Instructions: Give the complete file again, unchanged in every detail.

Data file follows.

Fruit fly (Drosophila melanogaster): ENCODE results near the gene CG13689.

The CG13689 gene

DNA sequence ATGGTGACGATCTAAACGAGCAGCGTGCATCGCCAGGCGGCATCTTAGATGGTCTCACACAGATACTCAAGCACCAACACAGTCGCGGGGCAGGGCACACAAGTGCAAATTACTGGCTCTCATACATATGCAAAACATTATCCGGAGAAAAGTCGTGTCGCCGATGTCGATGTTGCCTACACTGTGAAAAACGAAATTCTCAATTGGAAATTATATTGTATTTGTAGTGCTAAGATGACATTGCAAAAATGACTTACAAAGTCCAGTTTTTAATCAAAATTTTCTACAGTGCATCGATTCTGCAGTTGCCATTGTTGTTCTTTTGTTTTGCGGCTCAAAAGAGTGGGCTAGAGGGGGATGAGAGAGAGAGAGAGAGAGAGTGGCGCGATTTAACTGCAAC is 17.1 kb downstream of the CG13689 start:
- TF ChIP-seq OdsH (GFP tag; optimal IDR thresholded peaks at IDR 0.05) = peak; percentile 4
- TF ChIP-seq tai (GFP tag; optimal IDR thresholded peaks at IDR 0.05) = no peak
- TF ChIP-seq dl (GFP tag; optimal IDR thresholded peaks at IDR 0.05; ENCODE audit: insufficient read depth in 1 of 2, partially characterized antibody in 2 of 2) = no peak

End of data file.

Fruit fly (Drosophila melanogaster): ENCODE results near the gene CG13689.

The CG13689 gene

DNA sequence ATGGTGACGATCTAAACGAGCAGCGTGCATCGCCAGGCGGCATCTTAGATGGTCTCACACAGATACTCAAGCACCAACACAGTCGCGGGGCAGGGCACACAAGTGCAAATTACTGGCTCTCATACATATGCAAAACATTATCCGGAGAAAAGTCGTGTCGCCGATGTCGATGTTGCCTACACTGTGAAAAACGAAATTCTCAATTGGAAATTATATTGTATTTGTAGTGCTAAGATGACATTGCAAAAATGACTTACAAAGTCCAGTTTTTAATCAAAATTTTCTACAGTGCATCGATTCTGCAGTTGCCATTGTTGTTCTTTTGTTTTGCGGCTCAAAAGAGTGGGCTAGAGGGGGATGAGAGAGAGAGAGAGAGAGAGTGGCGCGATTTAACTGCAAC is 17.1 kb downstream of the CG13689 start:
- TF ChIP-seq OdsH (GFP tag; optimal IDR thresholded peaks at IDR 0.05) = peak; percentile 4
- TF ChIP-seq tai (GFP tag; optimal IDR thresholded peaks at IDR 0.05) = no peak
- TF ChIP-seq dl (GFP tag; optimal IDR thresholded peaks at IDR 0.05; ENCODE audit: insufficient read depth in 1 of 2, partially characterized antibody in 2 of 2) = no peak